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Singer-songwriter Bob Dylan won the 2016 Nobel Prize in literature on Thursday, a stunning announcement that for the first time bestowed the prestigious award on a musician for "having created new poetic expressions within the great American song tradition."
Dylan, 75, is the most iconic poet-musician of his generation. Songs such as "Blowin' in the Wind" and "The Times They Are A-Changin'" became anthems for the U.S. antiwar and civil rights movements of the 1960s. He is the first American winner of the Nobel literature prize since Toni Morrison in 1993.
Dylan's impact on popular culture was immense, and his influence as a lyricist extends to every major music figure and songwriter of the past 50 years, from the Beatles to Bruce Springsteen to Bono to Ed Sheeran and beyond.
Generally described as a rock musician, Dylan has been influenced by numerous musical styles, including country, gospel, blues, folk, pop, and rhythm and blues. He pursued them all, establishing a towering influence.
Although he had been mentioned in Nobel speculation for years, many experts had ruled him out, thinking the Swedish Academy wouldn't extend its more than a century-old award to the world of music. They were wrong. The academy's permanent secretary, Sara Danius, said that although Dylan performs his poetry in the form of songs, that's no different from the ancient Greeks, whose works were often performed to music.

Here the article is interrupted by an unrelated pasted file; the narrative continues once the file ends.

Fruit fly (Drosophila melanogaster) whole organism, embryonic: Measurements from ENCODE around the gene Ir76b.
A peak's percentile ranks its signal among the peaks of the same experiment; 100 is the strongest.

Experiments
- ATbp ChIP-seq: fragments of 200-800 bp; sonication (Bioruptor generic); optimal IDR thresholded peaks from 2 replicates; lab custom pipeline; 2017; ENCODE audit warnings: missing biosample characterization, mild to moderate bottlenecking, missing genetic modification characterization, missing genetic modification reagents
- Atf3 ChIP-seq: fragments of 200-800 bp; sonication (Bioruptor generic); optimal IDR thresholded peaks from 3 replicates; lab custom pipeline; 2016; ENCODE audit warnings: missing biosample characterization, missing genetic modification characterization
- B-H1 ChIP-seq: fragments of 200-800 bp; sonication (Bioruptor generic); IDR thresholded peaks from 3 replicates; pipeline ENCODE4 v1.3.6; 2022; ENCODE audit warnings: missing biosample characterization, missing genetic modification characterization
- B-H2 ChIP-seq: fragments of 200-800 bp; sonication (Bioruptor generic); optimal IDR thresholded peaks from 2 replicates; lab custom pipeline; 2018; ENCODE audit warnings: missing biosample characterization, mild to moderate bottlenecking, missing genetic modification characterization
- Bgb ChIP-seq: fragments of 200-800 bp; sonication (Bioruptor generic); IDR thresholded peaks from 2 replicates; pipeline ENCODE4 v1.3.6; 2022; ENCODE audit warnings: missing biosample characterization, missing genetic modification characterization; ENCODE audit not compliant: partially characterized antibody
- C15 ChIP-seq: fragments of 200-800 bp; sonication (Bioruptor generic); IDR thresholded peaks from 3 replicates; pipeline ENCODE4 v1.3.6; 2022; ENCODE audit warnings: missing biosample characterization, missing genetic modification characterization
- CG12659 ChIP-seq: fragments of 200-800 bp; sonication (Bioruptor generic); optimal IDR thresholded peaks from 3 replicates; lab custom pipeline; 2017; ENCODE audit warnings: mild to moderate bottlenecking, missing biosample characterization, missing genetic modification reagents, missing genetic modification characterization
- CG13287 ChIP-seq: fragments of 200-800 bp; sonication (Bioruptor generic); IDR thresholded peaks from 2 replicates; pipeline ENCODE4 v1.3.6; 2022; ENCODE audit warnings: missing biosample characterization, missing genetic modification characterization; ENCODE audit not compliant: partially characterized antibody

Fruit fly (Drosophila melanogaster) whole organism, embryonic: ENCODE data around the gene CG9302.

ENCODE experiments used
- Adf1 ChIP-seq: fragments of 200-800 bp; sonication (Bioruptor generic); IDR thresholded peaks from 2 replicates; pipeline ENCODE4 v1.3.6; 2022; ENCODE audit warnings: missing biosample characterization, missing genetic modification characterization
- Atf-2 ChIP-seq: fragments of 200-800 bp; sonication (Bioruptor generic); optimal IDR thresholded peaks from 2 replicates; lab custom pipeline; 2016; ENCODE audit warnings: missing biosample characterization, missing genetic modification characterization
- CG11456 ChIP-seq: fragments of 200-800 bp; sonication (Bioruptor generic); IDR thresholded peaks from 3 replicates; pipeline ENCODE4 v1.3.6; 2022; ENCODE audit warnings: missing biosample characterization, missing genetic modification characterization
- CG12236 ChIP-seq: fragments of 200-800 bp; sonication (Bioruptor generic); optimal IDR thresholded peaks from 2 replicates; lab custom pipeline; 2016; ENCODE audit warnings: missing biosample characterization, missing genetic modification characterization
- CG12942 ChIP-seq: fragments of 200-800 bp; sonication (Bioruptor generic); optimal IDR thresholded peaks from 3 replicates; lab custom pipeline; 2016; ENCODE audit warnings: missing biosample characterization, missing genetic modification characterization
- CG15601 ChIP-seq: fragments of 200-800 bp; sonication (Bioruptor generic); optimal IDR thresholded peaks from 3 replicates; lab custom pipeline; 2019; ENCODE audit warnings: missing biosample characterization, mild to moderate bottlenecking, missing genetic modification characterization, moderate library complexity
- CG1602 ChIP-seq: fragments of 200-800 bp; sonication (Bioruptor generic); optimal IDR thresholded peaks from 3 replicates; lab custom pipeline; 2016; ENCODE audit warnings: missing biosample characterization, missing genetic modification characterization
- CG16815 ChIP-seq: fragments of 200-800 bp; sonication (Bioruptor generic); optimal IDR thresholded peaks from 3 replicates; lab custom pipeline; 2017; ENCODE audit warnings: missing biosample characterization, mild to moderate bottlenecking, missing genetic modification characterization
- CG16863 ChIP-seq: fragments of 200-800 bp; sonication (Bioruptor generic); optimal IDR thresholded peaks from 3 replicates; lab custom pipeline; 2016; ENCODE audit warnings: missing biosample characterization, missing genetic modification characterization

Lyrics from scores of Dylan songs, such as "Blowin' in the Wind," ''Stuck Inside of Mobile With the Memphis Blues Again," ''My Back Pages" and "It's Alright Ma (I'm Only Bleeding)," have worked their way into the public lexicon over the years, being repeated over and over, much in the manner of lines from Shakespearean plays.
The literary value of Dylan’s texts is also supported by The Norton Introduction to Literature, a textbook used in American high schools and universities, which includes the lyrics to Dylan's "Mr. Tambourine Man."
Born on May 24, 1941, in Duluth, Minn., Dylan grew up in a Jewish middle-class family. By his early 20s, he had taken the folk music world by storm. From that time on, he would constantly reinvent himself, often enraging followers in the process — but then later winning them back and adding new admirers. His career was such a complicated pastiche of elusive, ever-changing styles that it took six actors to portray him in the 2007 movie based on his life, I'm Not There.
He won an Academy Award in 2001 for the song "Things Have Changed" and received a lifetime achievement award from the Academy of Recording Arts and Sciences in 1991. In 2008, he was awarded a Pulitzer Prize for his contributions to music and American culture.
In 2015 before Bob Dylan’s release of his album Shadows in the Night, he sat down for a rare interview with AARP The Magazine. The award-winning exclusive by editor in chief Robert Love captured an uncharacteristically talkative Dylan, thrilling his fans and making it one of the most widely read cover stories in AARP The Magazine history. — AARP